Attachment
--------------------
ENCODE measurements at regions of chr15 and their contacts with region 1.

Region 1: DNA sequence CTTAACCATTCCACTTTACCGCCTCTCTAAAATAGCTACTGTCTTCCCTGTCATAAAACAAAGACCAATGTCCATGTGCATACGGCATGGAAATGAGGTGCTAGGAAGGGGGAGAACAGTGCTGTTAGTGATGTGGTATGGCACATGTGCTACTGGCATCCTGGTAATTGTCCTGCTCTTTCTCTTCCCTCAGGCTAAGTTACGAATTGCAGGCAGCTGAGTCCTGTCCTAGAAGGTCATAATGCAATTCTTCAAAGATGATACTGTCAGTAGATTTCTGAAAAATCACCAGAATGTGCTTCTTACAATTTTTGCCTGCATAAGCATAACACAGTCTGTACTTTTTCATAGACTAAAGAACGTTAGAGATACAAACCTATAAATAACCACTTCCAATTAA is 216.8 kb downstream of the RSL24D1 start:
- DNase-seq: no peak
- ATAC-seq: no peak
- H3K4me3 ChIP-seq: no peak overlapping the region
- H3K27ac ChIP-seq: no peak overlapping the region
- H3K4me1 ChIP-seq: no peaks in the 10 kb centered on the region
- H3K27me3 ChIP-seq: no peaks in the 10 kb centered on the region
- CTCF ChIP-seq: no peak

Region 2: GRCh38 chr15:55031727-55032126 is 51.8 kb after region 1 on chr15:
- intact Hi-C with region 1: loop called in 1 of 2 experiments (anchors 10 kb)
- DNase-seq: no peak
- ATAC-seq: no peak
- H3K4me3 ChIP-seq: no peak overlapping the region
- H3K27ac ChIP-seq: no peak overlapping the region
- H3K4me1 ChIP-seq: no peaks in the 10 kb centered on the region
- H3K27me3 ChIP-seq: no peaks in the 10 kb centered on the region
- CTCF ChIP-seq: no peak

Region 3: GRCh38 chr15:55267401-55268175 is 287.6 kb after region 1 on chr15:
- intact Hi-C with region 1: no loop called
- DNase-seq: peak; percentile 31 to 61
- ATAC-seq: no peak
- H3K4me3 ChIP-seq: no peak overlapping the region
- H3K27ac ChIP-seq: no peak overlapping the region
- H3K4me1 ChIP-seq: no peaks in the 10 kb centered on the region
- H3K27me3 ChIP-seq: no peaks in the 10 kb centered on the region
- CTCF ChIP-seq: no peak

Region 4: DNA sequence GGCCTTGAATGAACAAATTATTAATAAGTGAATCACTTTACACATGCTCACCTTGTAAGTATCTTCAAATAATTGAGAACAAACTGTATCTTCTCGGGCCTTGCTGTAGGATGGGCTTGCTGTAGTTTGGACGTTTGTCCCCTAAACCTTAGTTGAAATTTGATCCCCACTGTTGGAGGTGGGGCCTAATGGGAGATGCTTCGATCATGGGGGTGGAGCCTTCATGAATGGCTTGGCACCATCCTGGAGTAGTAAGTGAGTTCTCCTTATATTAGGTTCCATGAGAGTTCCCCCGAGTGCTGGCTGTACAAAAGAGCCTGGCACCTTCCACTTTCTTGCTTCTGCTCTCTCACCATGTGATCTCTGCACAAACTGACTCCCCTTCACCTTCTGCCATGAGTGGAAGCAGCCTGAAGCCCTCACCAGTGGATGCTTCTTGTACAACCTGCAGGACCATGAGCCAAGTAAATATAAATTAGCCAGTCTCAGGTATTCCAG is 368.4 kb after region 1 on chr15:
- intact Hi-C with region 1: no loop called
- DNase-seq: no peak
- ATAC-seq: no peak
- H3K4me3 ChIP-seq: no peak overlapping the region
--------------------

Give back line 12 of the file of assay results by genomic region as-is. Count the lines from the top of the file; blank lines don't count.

- DNase-seq: no peak